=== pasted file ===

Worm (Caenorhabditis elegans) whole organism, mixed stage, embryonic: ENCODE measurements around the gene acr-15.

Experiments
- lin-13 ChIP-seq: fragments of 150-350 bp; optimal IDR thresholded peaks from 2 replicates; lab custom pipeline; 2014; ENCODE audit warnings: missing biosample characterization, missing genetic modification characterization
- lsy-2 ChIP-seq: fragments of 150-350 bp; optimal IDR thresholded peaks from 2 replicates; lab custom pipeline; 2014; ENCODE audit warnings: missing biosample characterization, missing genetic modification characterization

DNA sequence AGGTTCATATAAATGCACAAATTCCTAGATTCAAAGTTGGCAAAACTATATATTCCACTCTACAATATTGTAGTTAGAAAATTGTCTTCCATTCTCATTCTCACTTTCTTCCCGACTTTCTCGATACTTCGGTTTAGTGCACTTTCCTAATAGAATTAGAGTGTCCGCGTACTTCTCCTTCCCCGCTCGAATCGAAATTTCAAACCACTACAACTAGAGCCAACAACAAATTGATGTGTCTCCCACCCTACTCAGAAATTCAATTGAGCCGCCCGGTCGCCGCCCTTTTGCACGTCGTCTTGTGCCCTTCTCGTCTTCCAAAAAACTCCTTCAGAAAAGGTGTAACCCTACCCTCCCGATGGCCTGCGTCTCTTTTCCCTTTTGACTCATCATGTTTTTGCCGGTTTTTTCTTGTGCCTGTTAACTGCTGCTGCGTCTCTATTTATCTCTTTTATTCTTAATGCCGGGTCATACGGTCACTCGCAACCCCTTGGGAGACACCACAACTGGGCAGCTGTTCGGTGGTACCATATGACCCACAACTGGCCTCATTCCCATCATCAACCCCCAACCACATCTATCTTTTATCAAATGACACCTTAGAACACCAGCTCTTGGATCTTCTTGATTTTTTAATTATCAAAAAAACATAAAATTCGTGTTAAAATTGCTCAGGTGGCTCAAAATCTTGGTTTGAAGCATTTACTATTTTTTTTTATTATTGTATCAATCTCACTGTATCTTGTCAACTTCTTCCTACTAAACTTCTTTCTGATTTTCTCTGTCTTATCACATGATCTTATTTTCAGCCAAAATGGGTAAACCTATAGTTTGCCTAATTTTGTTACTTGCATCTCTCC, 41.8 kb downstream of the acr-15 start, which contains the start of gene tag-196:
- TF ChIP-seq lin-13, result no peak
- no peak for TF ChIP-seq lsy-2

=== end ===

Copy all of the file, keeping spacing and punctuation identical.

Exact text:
Worm (Caenorhabditis elegans) whole organism, mixed stage, embryonic: ENCODE measurements around the gene acr-15.

Experiments
- lin-13 ChIP-seq: fragments of 150-350 bp; optimal IDR thresholded peaks from 2 replicates; lab custom pipeline; 2014; ENCODE audit warnings: missing biosample characterization, missing genetic modification characterization
- lsy-2 ChIP-seq: fragments of 150-350 bp; optimal IDR thresholded peaks from 2 replicates; lab custom pipeline; 2014; ENCODE audit warnings: missing biosample characterization, missing genetic modification characterization

DNA sequence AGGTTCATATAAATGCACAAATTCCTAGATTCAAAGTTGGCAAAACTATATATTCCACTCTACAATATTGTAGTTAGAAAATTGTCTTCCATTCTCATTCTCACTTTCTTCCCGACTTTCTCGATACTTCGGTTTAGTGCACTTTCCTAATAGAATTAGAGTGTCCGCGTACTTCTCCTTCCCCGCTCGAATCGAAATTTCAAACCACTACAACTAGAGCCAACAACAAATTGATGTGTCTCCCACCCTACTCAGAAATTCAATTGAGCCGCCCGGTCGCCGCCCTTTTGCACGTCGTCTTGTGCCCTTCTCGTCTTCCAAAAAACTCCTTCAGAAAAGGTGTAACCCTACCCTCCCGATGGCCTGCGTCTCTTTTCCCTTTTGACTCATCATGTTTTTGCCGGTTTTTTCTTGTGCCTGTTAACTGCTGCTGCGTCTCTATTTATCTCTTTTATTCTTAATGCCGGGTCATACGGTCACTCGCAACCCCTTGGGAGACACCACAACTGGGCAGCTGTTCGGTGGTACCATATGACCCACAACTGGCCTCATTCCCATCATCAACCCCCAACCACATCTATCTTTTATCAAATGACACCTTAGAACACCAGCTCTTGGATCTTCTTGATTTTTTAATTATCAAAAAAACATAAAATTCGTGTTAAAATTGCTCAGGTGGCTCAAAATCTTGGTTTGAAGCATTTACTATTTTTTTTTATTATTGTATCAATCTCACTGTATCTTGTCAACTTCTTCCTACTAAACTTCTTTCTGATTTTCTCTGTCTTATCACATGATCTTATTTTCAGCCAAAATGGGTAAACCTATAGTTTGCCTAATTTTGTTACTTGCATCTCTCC, 41.8 kb downstream of the acr-15 start, which contains the start of gene tag-196:
- TF ChIP-seq lin-13, result no peak
- no peak for TF ChIP-seq lsy-2